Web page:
In addition, and crucially, Tier II-registered securities will be exempt from state blue sky laws, something that the state securities administrators strongly oppose. Finally, ongoing reporting obligations will be less burdensome than those for traditional reporting companies.

Proposal
As proposed, both Tier 1 and Tier 2 offerings under Regulation A will:

  • permit companies to submit draft offering statements for non-public SEC review prior to filing;
  • permit the use of “testing the waters” solicitation materials both before and after filing of the offering statement;
  • modernize the qualification, communications and offering process in Regulation A to reflect analogous provisions of the Securities Act registration process; and
  • require electronic filing of offering materials.

In addition, in Tier 2 offerings:

  • investors would be limited to purchasing no more than 10 percent of the greater of the investor’s annual income or net worth.
  • the financial statements (two years in most cases) included in the offering circular would be required to be audited; and
  • the company would be required to file annual and semi-annual periodic reports and current event updates that are similar to the current requirements for public company reporting under the Exchange Act.

The main eligibility requirements to use Regulation A (both Tier 1 or Tier 2) include that the company:

  • must be organized in the United States or Canada;
  • cannot have no specific business plan or purpose or have indicated that its business plan is to engage in a merger or acquisition with an unidentified company;
  • is not or has not been subject to an SEC order revoking the company’s registration under the Exchange Act during the preceding five years; and
  • is not disqualified under the recently adopted “bad actor” disqualification rules.

If you have questions regarding the new SEC proposal, other capital raising initiatives under the JOBS Act, strategic planning to take advantage of the new initiatives or specific fact patterns, please contact:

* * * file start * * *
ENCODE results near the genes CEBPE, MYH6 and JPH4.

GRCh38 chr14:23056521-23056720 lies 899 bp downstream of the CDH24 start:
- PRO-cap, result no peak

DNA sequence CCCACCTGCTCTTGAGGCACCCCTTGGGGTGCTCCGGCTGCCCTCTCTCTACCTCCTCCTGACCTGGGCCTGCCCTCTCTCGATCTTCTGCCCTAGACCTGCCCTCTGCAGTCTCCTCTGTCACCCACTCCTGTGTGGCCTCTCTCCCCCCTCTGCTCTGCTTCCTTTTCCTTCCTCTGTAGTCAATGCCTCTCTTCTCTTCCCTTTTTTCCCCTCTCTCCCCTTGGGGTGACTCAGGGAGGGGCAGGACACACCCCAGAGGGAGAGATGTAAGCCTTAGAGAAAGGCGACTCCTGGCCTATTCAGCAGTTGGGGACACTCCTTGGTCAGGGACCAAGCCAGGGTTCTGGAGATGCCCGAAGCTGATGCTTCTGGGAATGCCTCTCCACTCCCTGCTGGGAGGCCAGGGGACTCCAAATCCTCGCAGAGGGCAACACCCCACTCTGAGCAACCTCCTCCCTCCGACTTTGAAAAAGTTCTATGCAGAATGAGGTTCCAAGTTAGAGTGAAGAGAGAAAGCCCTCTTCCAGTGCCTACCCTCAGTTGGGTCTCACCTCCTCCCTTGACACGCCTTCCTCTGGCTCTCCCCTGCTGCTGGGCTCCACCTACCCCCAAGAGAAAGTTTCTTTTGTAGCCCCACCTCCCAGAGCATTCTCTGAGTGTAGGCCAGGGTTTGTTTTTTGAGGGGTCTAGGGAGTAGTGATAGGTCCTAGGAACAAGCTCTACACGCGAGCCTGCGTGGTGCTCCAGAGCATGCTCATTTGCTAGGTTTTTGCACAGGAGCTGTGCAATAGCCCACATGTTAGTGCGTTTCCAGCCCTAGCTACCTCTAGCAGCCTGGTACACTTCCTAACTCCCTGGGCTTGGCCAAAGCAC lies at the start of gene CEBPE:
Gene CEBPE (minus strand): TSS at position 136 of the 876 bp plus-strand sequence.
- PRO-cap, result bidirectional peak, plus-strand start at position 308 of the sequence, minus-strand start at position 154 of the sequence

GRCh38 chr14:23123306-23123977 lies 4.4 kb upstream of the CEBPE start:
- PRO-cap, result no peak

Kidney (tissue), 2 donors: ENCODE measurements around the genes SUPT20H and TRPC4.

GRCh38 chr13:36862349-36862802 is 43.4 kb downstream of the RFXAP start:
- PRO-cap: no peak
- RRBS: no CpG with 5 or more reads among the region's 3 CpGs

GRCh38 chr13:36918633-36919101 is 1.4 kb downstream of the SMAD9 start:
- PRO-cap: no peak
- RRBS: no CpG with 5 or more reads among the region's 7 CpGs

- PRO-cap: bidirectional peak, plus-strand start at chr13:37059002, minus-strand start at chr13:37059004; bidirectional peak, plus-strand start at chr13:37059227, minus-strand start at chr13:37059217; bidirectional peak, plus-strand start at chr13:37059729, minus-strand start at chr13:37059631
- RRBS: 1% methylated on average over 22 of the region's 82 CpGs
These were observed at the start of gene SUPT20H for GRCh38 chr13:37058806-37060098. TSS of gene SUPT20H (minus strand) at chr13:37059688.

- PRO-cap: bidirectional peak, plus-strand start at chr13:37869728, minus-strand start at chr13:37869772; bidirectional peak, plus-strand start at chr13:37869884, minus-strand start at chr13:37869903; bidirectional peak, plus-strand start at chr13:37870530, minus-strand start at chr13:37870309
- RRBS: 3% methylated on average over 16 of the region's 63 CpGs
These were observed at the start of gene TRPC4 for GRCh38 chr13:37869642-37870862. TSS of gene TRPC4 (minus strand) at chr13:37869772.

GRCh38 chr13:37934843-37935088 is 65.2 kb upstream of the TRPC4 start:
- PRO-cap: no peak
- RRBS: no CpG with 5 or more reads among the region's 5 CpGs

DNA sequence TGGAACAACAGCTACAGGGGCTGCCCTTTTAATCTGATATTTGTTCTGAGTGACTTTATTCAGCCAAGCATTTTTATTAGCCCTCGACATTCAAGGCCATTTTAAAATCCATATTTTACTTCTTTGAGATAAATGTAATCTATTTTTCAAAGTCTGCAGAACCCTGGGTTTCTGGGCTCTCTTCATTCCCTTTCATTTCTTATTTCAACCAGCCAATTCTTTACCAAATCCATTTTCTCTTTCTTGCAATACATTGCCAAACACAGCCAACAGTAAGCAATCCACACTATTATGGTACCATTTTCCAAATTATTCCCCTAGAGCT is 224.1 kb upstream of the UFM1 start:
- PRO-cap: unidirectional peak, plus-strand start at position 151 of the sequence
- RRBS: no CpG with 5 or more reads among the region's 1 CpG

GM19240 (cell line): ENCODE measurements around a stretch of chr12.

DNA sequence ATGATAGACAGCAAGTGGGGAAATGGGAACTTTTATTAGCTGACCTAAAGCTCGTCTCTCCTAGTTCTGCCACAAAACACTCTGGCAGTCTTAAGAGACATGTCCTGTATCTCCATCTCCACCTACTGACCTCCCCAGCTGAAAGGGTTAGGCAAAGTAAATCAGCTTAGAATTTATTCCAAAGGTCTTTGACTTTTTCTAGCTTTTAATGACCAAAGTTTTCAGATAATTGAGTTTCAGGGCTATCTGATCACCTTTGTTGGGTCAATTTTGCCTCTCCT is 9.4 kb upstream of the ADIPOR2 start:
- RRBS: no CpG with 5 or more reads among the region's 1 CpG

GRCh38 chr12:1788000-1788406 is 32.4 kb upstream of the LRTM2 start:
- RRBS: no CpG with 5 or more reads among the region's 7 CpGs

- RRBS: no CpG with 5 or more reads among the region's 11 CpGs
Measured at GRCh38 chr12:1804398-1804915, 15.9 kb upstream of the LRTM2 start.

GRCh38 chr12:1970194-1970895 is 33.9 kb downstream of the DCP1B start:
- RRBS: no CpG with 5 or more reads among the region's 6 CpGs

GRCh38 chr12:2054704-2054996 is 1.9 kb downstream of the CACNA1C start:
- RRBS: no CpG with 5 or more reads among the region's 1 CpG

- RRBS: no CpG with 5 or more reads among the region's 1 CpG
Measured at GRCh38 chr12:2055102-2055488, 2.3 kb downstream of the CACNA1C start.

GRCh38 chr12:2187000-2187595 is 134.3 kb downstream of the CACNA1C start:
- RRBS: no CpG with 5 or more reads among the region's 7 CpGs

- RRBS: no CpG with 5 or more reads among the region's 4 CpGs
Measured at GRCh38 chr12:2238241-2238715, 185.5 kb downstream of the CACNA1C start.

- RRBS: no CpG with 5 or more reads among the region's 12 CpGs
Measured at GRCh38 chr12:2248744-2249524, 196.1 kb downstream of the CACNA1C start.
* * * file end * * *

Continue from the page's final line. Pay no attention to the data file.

Lance Jon Kimmel
SEC Law Firm
11693 San Vicente Boulevard
Suite 357
Los Angeles, California 90049
tel. 310/557-3059
lkimmel@seclawfirm.com

New Tender Offer Rules Working

Companies are taking advantage of the new tender offer rules to avoid a time-consuming and costly second step merger.  As Brad Farris, attorney with Latham & Watkins, described on a panel reviewing tender offers done since the new rules were permitted.

For background on the issue, please click here to review my prior post.

For a summary of the recent panel including Brad Farris’ remarks, click here.

 

 

Proxy Advisors’s Success Draws Attention

It’s no surprise that as proxy advisory firms have had greater impact on corporate America (view my prior post), companies would mount a counter-offensive.

The NY Times “Dealbook” describes a recent encounter hosted by the SEC.

Click here to read the NY Times “Dealbook” article.

Post by Dennis McCarthy

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US Supreme Court To Address Key Fraud Ruling

The first hurdle has been met.  The US Supreme Court will address the issue of the use of the efficient market theory as the basis for determining securities class action cases.

I describe the issue in my post,Key Securities Fraud Ruling Challenged.

Click here to read a helpful Forbes article for background.

Hit the Download button to read an article by Latham & Watkins, the law firm, discussing the ramifications of the case and potential outcomes.


Post by Dennis McCarthy